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Texas Delays Distribution Of Millions In Child Support

Parents have a responsibility to provide for their children’s needs whether parents are married or unmarried, living together or separated. Child support agreements and court orders reinforce those obligations. Texas had the highest child support collections rate in the nation last year at $3.8 billion.

While that sounds like the state’s system is streamlined, critics say there’s a glaring disconnect between support collections and distributions. The Texas Attorney General’s Office has been accused of withholding support from recipients for months at a time.

Family law attorneys in Texas sometimes refer to the state’s lag in distribution as “child support purgatory.” An Elgin woman recently received child support that was in state coffers for four months. The mother of two said she tried but failed to reach anyone at the OAG who could help her.

It wasn’t until investigative reporters from a television station contacted the state about the woman’s plight that the $3,000 in support was released. In this case, the delay in child support apparently was caused by a clerical error. Paperwork didn’t get to the right place and someone failed to update the OAG computer with a court order.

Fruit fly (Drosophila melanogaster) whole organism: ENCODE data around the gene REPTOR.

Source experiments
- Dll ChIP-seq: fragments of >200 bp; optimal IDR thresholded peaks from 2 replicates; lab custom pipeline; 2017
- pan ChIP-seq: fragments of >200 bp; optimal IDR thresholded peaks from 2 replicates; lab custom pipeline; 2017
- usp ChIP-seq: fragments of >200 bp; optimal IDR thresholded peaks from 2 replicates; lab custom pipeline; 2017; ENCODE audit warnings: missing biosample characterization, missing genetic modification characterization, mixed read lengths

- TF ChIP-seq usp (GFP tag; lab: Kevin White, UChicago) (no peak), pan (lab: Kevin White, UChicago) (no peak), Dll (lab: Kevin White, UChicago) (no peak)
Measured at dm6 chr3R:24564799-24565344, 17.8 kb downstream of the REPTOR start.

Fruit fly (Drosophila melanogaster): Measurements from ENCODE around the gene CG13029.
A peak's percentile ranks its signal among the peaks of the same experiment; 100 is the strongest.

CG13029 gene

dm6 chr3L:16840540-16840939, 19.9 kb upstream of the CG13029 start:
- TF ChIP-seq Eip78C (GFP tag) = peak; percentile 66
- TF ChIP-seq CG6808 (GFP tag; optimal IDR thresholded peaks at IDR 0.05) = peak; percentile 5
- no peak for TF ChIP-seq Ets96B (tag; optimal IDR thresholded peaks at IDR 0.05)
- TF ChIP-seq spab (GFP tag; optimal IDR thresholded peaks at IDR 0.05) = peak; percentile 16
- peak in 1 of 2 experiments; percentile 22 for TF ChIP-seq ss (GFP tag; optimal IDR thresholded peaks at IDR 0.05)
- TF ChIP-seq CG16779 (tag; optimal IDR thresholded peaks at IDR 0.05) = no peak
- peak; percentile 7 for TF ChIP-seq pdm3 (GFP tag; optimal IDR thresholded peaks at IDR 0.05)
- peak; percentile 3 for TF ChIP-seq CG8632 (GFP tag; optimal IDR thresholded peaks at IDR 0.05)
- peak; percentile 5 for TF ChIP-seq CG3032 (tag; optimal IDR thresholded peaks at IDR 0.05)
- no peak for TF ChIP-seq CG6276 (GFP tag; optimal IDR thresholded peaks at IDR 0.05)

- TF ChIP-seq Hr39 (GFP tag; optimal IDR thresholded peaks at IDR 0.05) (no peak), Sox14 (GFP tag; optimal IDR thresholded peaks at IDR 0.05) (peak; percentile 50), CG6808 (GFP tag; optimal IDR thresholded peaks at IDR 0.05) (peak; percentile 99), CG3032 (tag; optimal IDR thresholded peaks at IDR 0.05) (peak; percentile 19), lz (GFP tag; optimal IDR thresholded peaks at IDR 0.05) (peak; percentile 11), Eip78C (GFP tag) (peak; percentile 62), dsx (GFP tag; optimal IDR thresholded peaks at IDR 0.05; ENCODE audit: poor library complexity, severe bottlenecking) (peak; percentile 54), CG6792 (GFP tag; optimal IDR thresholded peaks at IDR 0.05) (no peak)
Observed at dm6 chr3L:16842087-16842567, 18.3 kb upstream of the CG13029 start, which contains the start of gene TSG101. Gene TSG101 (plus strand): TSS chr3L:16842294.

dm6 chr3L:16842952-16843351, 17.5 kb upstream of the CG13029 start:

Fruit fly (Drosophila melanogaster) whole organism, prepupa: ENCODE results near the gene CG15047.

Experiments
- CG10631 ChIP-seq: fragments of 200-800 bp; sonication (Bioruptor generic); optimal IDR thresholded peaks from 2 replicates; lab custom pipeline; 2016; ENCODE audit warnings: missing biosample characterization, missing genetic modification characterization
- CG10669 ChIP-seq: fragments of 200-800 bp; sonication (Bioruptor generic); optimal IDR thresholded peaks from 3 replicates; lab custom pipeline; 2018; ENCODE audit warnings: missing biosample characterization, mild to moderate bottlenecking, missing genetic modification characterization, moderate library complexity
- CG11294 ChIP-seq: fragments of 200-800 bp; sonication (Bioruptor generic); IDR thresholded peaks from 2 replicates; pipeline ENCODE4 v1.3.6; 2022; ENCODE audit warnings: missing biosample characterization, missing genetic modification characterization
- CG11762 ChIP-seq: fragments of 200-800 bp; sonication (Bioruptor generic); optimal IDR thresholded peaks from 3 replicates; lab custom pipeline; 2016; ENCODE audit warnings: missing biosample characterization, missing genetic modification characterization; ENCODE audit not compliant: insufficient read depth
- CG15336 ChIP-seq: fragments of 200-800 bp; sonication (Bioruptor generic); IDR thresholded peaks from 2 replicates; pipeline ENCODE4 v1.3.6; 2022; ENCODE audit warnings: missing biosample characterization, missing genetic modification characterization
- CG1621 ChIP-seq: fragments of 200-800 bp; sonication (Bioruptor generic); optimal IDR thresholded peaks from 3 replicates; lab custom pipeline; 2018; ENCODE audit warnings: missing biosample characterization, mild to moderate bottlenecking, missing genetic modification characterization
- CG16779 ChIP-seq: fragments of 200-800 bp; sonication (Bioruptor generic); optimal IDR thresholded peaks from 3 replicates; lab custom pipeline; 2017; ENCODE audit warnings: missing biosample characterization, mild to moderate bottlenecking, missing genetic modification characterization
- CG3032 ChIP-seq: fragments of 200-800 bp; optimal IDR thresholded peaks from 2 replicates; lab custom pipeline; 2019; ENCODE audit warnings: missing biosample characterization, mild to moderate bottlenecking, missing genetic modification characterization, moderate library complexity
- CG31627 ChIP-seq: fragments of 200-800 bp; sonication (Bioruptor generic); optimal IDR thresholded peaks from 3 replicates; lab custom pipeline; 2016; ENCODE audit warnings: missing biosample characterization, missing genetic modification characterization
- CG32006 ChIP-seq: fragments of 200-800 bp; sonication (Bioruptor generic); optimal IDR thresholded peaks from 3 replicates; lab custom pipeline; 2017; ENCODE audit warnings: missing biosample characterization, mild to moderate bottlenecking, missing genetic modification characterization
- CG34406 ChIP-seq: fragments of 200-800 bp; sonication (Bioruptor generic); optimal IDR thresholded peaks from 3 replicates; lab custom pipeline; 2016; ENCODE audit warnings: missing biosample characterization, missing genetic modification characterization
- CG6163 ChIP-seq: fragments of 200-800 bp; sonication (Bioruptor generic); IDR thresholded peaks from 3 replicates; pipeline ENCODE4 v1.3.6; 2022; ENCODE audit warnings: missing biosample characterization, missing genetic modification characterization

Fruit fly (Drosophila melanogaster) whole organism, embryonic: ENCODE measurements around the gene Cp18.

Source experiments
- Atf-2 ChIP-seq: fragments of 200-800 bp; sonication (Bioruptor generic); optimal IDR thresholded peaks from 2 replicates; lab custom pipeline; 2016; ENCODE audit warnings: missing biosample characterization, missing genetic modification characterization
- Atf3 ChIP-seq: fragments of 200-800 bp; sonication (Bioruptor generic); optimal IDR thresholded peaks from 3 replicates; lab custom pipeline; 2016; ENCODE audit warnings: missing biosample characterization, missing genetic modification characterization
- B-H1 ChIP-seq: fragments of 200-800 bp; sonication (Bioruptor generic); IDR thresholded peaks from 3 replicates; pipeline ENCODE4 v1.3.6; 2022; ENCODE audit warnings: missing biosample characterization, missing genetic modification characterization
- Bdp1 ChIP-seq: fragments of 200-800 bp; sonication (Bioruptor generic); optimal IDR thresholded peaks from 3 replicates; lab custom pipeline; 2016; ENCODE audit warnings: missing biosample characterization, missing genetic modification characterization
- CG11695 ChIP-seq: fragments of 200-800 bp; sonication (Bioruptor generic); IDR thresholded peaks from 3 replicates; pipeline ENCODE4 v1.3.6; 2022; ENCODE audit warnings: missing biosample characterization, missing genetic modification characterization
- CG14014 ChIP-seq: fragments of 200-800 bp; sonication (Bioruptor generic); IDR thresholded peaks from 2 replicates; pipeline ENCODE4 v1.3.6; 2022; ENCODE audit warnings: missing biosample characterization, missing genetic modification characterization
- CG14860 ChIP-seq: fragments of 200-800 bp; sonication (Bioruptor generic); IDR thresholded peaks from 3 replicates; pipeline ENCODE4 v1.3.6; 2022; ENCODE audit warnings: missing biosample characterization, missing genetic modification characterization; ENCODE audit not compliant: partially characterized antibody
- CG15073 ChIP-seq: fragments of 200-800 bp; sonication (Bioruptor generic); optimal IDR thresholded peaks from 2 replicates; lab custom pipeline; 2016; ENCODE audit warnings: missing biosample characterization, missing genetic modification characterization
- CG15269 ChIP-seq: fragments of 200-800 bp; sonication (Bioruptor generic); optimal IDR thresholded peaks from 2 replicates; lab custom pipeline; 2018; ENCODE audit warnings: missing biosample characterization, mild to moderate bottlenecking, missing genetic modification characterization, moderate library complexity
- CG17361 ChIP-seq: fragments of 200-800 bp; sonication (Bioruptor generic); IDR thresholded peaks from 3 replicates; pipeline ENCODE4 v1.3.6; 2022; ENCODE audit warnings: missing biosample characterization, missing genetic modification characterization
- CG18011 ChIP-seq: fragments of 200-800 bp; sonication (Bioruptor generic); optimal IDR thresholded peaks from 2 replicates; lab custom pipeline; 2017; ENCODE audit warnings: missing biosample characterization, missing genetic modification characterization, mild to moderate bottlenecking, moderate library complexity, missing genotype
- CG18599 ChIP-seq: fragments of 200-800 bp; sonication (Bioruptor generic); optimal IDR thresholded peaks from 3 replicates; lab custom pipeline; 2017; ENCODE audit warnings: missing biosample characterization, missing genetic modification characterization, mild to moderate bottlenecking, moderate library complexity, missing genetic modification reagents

During the third quarter, the state was holding onto $55 million in undistributed child support. That represents 150 percent more money in “support purgatory” than the state had four years ago.

Clerical mistakes aren’t the only reason support to Texas parents gets delayed. Child support is not distributed when parents are involved in custody or child support disputes. The OAG also holds onto the money, when the state lacks employer or contact information for a parent.

Parents can find out the status of a child support case by logging onto the OAG website. Custodial parents must use a PIN to access information using Child Support Interactive. Parents also may contact an attorney who may be able to facilitate the release of support.

Source: KVUE, “Millions of dollars stuck in Texas ‘child support purgatory’,” Andy Pierrotti, Sep. 15, 2015

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